Building the Petrochemical Paradise: Oil, Water and Soil in the US-Iranian Project in Khuzestan

By Gregory Brew
Submitted to Session P4829 (Historical Perspectives on the Life Worlds of Middle Eastern Oil, 2017 Annual Meeting
Hist
Iran;
19th-21st Centuries;
LCD Projector without Audio;
This paper examines the connections between oil, water and soil in the Iranian province of Khuzestan during the reign of Mohammed Reza Pahlavi (r. 1941-1979). It seeks to expand understandings of “oil power” and the oil complex beyond representation in urban spaces, and to illustrate how oil-based technology was applied to alter rural environments and influence agriculture. In this way, the advancing methodology of understanding oil’s impact on societies can be brought outside the city and into the country, where the influence of an expanding oil and gas industry was felt in indirect and multi-faceted ways.

Under the leadership of Abdolhossein Ebtehaj and the American liberal developmentalist David E. Lilienthal, the project to develop Khuzestan in the 1950s and early 1960s imagined oil as the means by which links could be formed between Iran’s rural population and the high modernism of the national development effort. Oil and natural gas were important not only in their capacity as sources of energy but in their ability to foster increased industrial and agricultural growth, by improving yields through fertilizers and oil-fed mechanization, and by allowing irrigation projects, including the massive Dez Dam, to open up more arable land. Iran’s farmers, who made up the vast majority of the local population, would have their lives changed indirectly by Iran’s increasing oil output.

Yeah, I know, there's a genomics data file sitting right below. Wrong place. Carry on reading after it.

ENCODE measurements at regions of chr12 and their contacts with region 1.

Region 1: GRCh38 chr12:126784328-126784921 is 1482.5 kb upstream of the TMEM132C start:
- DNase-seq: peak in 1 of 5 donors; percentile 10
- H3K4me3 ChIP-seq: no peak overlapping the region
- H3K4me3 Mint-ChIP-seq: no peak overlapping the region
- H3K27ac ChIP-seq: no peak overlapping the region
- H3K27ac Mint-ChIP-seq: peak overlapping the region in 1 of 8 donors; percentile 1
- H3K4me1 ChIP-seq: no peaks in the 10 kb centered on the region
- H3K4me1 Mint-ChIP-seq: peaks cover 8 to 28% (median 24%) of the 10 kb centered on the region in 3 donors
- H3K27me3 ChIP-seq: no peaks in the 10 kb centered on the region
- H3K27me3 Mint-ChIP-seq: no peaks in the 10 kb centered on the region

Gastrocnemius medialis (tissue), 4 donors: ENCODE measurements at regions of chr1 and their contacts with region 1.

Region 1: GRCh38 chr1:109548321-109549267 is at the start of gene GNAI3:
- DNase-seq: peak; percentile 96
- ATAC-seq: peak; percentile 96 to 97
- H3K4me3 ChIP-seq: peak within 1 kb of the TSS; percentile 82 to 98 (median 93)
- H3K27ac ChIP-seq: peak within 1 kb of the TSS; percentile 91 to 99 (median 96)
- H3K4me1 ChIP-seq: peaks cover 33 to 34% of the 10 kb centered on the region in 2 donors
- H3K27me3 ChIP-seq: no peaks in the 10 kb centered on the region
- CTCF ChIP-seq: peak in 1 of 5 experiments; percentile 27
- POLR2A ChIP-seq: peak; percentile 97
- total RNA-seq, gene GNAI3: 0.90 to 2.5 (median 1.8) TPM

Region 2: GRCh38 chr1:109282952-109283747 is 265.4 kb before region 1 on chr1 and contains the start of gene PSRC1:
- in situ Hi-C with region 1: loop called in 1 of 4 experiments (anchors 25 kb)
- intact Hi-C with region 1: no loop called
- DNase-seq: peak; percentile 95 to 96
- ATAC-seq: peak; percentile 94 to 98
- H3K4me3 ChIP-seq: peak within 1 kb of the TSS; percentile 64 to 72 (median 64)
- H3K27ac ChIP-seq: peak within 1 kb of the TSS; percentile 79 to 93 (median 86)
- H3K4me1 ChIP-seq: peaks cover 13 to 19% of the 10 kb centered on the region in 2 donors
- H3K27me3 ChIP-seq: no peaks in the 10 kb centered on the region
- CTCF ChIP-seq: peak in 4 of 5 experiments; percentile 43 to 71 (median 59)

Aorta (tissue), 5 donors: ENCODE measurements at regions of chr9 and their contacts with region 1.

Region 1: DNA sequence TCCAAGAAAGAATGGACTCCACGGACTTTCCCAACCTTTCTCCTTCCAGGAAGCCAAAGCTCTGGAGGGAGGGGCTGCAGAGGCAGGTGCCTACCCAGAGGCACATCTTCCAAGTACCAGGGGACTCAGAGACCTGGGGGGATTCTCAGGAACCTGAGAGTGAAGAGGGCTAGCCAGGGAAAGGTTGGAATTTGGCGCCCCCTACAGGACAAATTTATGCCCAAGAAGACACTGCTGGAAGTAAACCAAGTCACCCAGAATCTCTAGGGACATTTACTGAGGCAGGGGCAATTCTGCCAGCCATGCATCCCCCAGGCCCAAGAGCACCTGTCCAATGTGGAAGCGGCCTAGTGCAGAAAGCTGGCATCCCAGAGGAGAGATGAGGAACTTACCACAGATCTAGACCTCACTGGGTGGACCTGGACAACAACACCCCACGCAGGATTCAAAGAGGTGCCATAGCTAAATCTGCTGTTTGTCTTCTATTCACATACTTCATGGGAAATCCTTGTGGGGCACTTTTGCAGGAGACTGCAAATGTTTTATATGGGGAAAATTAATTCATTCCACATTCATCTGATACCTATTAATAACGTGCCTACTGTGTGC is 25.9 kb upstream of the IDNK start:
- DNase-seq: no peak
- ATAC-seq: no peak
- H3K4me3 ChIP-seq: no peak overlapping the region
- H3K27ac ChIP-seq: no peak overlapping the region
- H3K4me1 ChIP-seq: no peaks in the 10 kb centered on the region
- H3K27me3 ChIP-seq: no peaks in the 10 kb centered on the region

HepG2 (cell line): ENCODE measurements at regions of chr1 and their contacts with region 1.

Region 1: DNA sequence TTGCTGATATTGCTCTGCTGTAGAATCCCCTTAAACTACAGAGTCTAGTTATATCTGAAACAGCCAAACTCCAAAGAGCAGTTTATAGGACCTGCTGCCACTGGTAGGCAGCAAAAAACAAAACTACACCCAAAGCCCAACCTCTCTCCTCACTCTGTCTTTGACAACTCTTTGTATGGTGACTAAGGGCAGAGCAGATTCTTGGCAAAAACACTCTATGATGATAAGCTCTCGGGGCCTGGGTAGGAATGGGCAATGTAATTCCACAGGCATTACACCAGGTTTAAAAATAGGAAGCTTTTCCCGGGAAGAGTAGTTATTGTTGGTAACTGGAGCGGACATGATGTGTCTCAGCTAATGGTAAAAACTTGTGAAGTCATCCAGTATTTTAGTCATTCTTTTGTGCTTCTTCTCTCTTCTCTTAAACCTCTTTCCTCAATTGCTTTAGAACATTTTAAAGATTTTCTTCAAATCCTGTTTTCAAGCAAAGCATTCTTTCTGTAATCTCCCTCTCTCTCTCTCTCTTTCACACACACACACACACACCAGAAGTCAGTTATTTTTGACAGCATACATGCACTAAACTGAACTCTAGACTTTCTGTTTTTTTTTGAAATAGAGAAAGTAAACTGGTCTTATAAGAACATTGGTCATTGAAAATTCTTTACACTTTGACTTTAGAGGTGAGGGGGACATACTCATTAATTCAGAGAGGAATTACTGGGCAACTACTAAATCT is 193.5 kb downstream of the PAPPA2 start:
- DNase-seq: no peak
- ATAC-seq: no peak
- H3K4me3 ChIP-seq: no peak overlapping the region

Oil, water and soil were therefore intimately linked in the plans to resuscitate Khuzestan, once Iran’s most populous and productive province. This effort connected to American notions of Iran as an “ancient” country that could be returned to its pre-Islamic prominence through the application of Western technical expertise. The end goal was a form of “petrochemical paradise,” where oil, water and soil would be linked together and provide the basis for modernity in Iran’s poorest areas.

This paper draws on the personal papers and journals of David E. Lilienthal and the records of his company Development & Resources, housed in the library of Princeton University in Princeton NJ. It also utilizes the records of the Near East and Ford Foundations, two American organizations involved in rural development in Khuzestan, which are housed in the Rockefeller Archive Center in Tarrytown, NY, as well as the memoirs of Abdolhossein Ebtehaj and interviews with Ebtehaj and Iranians involved in the Khuzestan project compiled by the Foundation of Iranian Studies and Harvard University.